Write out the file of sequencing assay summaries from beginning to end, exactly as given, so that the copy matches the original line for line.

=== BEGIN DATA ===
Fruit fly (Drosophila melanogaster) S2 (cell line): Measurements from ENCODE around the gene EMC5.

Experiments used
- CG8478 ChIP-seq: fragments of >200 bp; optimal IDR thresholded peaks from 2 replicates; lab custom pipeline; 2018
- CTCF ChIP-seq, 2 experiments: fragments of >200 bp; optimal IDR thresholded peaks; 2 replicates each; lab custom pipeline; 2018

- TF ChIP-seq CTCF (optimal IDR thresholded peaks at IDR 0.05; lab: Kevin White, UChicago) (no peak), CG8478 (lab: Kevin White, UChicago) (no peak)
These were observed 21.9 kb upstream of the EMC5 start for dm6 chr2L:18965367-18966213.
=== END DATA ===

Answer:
Fruit fly (Drosophila melanogaster) S2 (cell line): Measurements from ENCODE around the gene EMC5.

Experiments used
- CG8478 ChIP-seq: fragments of >200 bp; optimal IDR thresholded peaks from 2 replicates; lab custom pipeline; 2018
- CTCF ChIP-seq, 2 experiments: fragments of >200 bp; optimal IDR thresholded peaks; 2 replicates each; lab custom pipeline; 2018

- TF ChIP-seq CTCF (optimal IDR thresholded peaks at IDR 0.05; lab: Kevin White, UChicago) (no peak), CG8478 (lab: Kevin White, UChicago) (no peak)
These were observed 21.9 kb upstream of the EMC5 start for dm6 chr2L:18965367-18966213.